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Mazak Glass Scale Correction

tylerfavor

Plastic
Joined
Oct 27, 2020
Anyone know if a parameter exists to correct x axis scale?

I have a SVC 2000L running Mazatrol 640m. the X axis moves only 199.9836" when commanded to move 200.0" and only 99.9926" when commanded to move 100.0". it repeats this perfectly. any way to correct this?
 
Anyone know if a parameter exists to correct x axis scale?

I have a SVC 2000L running Mazatrol 640m. the X axis moves only 199.9836" when commanded to move 200.0" and only 99.9926" when commanded to move 100.0". it repeats this perfectly. any way to correct this?
1. How do you know that 200 is in fact 200. Maybe 199.9836 is correct ??
2. Did you consider the impact of temperature expansion ??
 
1. How do you know that 200 is in fact 200. Maybe 199.9836 is correct ??
2. Did you consider the impact of temperature expansion ??

We used a FARO tracker with a tracker ball in the spindle. The tracker has a .0005 tolerance over the distance we were using it. we simply set the trackers origin at our work offset zero, used the controller to move the spindle to X- 200.0", and compared the distance the tracker ball moved with the 200.0" it was supposed to move.

We repeated this process several times with repeating results. We also confirmed these numbers with a more recently calibrated FARO tracker.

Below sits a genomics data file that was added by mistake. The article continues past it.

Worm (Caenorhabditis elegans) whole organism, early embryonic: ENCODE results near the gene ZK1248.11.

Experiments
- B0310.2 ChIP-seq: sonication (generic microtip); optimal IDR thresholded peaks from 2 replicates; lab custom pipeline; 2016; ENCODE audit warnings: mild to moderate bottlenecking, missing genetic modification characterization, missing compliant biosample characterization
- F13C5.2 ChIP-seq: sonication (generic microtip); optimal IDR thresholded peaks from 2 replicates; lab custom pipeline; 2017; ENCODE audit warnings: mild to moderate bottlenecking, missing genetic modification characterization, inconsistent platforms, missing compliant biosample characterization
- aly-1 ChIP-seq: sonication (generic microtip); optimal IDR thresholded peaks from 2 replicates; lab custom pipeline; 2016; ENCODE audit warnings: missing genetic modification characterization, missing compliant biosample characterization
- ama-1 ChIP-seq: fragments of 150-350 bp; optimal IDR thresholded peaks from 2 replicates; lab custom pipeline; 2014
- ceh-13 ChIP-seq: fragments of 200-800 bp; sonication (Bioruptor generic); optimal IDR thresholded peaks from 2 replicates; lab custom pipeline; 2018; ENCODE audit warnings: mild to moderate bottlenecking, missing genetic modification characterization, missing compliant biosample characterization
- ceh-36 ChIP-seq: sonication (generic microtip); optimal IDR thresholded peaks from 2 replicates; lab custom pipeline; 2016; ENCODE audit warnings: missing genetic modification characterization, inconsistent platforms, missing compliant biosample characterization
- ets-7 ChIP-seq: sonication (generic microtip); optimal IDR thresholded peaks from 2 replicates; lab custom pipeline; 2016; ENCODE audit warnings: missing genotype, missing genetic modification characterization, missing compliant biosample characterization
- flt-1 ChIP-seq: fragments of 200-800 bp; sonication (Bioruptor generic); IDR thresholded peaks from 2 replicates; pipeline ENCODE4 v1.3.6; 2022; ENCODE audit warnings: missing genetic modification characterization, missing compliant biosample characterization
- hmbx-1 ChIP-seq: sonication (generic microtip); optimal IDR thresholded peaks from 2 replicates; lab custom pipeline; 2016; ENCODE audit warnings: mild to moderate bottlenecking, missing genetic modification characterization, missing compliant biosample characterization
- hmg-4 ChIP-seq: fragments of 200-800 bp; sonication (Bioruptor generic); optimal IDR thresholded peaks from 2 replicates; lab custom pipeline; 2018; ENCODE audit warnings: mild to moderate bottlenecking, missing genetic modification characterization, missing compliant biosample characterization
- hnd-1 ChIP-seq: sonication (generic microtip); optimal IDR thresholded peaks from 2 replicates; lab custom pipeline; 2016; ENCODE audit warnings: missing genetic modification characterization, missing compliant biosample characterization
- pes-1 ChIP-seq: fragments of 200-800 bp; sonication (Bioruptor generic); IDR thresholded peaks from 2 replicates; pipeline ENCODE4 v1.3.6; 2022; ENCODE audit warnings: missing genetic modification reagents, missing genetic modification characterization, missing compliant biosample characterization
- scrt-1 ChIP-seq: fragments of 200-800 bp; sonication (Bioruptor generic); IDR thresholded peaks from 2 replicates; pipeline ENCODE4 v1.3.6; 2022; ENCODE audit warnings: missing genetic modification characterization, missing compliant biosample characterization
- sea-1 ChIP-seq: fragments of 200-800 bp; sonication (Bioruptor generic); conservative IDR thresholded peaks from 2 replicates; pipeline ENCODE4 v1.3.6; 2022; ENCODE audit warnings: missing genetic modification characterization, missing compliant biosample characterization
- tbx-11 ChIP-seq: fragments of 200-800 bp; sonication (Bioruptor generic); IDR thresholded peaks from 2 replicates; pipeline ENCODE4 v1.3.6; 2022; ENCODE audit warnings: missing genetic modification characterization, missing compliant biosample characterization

There are parameters on the control that use the scale to set the axis pitch error. I would highly recommend contacting Mazak service to do this with you, not only is it in a locked portion of the control but there is a very specific way the pitch error table is set. If you get it wrong it will start stacking errors everywhere.
 
You've probably already done this, since you're only asking about X, but how does the Y axis check at a similar distance?

If Y checks good but X isn't, I'd assume it was the machine. But if they were both bad, I'd be questioning the tool.


I have no experience measuring something that long nor with your Faro or machine.

Edit: I guess you can't do a similar distance in Y. Does that machine really only have 20" in Y? ouch.